GitHub Tutorial - Beginners

I’m trying to find a good video tutorial for using
GitHub with Windows. Looked on the GitHub site they
lean a little too much to Linux/Unix. Maybe I missed
something, so if you have a good one let me know.


First, I assume you already know about source control theory. If you/students are coming from a position of not knowing at all what source control management is or why to use it, that’s a different issue than “I know how to use source control in general, how do I do the things I want to do with Git for Windows?” There is a Visual Studio Code extension that provides a nice visual for what happens in Git.

Echoing a bit. To levelset terminology:

“Git” is the name of the software which does software version control. Aside from the install process and a few nuances of filesystem, interacting with it is the same regardless of operating system.

“GitHub” is company which runs a website and server infrastructure which allows you to have a git repository saved remotely in a public-facing manner.

Git is fundamentally designed around command-line interaction. Many good GUI applications have been created as a layer on top of Git, to provide ease of interaction and visualization.

Given this description, can you describe a bit more precisely what you are looking to learn about?

It’s not necessarily *nix. Most of the git usage scenarios you’ll find use bash. If you install the windows git client from, you’ll get an option to install bash for windows. Once you have that, you’ll see much better alignment between git tutorials and the command line interaction.

Whether you use the command line or use an IDE, git certainly works well on windows, whether you’re hosting on GitHub or not.

Good Points. We are starting from scratch here. So what we need are tutorials on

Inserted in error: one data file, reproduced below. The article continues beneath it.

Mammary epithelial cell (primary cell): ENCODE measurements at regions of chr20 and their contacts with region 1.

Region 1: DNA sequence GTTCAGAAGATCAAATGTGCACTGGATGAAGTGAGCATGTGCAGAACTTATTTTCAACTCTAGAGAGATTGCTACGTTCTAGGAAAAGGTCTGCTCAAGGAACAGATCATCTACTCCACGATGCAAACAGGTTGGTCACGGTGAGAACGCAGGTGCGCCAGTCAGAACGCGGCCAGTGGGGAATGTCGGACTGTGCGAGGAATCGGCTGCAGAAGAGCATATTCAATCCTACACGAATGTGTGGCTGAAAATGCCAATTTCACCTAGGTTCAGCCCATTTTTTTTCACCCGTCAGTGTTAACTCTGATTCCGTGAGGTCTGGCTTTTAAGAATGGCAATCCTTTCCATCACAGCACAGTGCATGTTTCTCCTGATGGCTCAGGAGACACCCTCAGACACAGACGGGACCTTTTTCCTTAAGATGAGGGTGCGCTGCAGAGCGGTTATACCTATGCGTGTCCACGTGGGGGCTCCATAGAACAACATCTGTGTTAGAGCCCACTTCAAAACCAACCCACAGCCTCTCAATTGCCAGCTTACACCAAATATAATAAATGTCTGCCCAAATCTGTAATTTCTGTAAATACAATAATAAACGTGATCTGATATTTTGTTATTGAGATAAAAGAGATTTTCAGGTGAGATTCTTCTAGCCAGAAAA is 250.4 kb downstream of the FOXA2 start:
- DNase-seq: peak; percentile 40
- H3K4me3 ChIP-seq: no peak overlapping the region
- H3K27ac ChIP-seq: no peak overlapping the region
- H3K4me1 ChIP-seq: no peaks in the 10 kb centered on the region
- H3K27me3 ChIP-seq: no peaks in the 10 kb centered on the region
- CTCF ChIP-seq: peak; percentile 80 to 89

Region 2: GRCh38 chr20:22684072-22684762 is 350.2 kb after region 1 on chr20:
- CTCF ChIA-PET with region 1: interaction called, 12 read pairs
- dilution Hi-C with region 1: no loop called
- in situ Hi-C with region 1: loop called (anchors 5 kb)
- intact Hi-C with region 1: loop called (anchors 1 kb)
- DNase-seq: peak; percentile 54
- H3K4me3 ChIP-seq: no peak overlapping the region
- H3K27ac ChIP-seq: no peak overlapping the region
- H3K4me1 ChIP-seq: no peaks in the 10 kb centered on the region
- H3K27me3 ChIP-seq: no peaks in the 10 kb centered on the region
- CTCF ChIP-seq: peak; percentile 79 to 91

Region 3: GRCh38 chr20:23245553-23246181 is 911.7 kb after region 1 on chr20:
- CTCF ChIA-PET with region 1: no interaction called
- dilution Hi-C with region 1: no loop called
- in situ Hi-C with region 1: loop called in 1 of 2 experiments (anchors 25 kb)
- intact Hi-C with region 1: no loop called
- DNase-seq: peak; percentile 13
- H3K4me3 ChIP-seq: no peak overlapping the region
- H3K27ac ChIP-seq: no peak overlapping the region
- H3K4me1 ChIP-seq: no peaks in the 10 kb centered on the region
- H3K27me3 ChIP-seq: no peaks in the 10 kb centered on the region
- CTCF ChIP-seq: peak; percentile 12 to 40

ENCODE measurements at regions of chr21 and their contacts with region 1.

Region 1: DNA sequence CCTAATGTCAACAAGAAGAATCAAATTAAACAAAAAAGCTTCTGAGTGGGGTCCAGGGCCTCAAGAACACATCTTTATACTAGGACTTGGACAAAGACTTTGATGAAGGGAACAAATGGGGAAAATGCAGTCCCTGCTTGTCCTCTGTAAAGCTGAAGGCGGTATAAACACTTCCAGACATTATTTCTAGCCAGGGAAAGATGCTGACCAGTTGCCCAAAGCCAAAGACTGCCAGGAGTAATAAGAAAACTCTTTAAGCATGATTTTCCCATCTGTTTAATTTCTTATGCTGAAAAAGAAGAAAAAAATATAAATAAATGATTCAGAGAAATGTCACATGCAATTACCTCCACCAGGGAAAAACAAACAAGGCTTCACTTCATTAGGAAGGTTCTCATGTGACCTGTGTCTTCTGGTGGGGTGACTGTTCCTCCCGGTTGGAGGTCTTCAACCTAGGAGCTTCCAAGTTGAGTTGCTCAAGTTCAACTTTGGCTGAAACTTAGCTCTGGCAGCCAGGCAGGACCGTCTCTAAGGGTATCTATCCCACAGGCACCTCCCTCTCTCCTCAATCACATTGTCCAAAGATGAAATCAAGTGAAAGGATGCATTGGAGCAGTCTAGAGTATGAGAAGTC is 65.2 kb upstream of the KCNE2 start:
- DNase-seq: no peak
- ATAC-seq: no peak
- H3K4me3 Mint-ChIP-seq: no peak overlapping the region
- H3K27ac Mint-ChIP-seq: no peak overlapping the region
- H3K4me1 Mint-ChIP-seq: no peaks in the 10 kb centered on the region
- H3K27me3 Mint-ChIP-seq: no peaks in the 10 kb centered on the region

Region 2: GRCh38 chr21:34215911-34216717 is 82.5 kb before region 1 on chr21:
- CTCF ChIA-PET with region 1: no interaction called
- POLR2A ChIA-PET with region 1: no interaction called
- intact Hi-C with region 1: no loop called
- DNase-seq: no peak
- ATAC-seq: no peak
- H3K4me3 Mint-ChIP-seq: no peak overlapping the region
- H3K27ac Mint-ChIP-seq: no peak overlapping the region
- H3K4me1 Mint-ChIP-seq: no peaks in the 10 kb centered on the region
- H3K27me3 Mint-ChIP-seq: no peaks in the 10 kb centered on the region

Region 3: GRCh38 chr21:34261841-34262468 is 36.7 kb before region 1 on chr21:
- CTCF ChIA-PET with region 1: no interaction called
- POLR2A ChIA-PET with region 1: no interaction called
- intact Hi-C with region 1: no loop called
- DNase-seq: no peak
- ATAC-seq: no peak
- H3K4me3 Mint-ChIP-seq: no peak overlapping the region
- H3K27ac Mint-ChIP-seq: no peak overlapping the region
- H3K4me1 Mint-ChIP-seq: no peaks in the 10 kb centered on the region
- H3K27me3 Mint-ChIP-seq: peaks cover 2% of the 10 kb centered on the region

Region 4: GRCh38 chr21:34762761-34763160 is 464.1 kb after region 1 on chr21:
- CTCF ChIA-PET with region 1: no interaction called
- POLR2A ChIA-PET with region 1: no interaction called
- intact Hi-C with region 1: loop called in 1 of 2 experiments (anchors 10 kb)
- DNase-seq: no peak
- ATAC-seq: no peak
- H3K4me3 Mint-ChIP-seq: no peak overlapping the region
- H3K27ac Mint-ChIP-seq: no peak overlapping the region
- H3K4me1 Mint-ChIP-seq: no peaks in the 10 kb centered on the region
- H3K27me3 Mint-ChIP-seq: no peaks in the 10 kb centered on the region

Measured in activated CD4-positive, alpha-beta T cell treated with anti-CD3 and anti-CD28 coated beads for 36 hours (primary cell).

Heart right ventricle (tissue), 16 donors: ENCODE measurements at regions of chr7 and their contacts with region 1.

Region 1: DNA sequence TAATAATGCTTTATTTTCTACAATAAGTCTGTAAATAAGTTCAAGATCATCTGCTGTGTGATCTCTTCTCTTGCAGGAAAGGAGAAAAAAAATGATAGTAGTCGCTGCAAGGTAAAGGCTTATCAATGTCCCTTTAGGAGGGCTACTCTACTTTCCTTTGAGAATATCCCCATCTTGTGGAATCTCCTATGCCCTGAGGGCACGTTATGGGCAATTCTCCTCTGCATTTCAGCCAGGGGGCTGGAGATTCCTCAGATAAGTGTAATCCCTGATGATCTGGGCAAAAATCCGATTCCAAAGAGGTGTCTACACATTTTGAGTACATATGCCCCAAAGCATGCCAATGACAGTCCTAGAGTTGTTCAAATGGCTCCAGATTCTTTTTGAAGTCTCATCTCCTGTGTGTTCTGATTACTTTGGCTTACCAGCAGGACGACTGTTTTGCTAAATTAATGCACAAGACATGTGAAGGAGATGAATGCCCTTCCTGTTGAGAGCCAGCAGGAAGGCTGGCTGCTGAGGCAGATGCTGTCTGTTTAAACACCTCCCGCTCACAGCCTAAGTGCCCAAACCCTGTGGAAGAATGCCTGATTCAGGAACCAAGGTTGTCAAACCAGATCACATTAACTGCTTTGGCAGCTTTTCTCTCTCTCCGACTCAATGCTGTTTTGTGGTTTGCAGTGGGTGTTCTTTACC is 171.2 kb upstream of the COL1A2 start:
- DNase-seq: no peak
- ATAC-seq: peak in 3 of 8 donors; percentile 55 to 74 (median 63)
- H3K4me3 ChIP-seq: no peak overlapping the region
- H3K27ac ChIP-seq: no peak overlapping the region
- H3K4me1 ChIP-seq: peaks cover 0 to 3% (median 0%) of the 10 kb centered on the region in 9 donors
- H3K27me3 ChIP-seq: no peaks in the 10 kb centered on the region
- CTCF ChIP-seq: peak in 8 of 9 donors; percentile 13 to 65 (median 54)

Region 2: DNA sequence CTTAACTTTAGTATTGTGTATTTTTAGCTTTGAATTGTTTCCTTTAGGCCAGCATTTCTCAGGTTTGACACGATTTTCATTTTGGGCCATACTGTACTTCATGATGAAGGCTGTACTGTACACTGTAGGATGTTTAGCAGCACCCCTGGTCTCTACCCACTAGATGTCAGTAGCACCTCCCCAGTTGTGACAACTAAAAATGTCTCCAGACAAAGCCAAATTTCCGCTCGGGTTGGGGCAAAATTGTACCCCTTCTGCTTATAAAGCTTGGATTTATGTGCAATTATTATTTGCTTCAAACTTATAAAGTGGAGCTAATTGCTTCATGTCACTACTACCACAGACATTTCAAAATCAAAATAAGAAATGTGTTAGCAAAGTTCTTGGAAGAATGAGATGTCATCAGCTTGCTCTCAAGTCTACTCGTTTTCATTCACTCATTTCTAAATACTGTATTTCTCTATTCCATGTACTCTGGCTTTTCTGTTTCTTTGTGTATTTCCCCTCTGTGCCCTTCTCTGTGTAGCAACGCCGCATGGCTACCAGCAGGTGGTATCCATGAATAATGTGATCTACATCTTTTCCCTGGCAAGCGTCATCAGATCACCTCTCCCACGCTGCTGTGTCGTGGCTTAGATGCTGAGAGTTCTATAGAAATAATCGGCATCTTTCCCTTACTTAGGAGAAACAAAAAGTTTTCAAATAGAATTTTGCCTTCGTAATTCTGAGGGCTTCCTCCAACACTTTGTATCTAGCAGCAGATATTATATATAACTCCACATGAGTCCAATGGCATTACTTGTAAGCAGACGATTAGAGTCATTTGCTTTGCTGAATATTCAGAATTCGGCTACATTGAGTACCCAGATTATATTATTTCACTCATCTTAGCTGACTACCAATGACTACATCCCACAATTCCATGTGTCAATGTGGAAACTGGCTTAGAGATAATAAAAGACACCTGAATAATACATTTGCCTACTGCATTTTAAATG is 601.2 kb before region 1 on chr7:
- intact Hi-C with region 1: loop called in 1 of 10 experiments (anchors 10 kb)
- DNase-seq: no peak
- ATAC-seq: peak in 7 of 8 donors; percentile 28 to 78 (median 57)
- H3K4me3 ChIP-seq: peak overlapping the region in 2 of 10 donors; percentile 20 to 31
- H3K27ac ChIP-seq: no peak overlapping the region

1. Version Control Concepts
  2. Git Version control concepts, how it implements version control
  3. Git integration with VSCode
  4. Creating a Repository in GitHub
  5. Connecting the VSCode instance to GitHub to download code
  6. Storing your code in GitHub by using Git

Again, thanks for the help

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Not a video, but here is the official FRC documentation

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Sweet. Ok.

To answer your questions very very quickly:

Version control is a way of tracking, archiving, merging, and otherwise coordinating changes to your codebase. It is definitely not a requirement for producing good software. It is however a powerful tool that, when used properly , can greatly streamline the development process of multiple people simultaneously editing a single codebase .

At the end of the day, the information it represents is “what lines of code changes, when, and by who”. This is something you could definitely keep track of manually, with pen and paper. Version control is just a tool that helps you do it more efficiently. It doesn’t do it for you though- proper process and care is still required.

Git is one particular tool to do version control.

I would definitely do some basic git learning first, as visual studio code’s integration isn’t anything special: it’s just running common git commands, and showing you what the results are in a GUI format. The nomenclature used is basically the same as command line git, so I think it’s useful to start with git itself.

Some links that may be helpful:

What version control is:

Basic git mechanics: Codeacademy’s interactive git tutorial:

Git Flow: a common strategy for branching and tagging content, which clearly separates in-process development work from production-ready, well-tested work:

The tutorials I linked above will cover the last three questions- there is not much special to linking GitHub itself. As long as you create your GitHub repo first, and always reference that repo when running commands that require a remote repo, you should be fine.

The biggest caveot I’ll give about github- it adds an extra permissions model on top of normal git, to prevent hooligans from going and mucking with your code. The system is described here:

Going over questions 5 and 6: In order to connect VSCode/your git repo to Github is pretty simple. You create a new empty github repo, and you go to your code. If you haven’t made a git repo yet, you can just simply run git init and initialize a repository. Then you’ll have to set your remote origin, which can be done with git remote set origin [your repo url]. After that, VSCode can push and pull to/from the Github repository.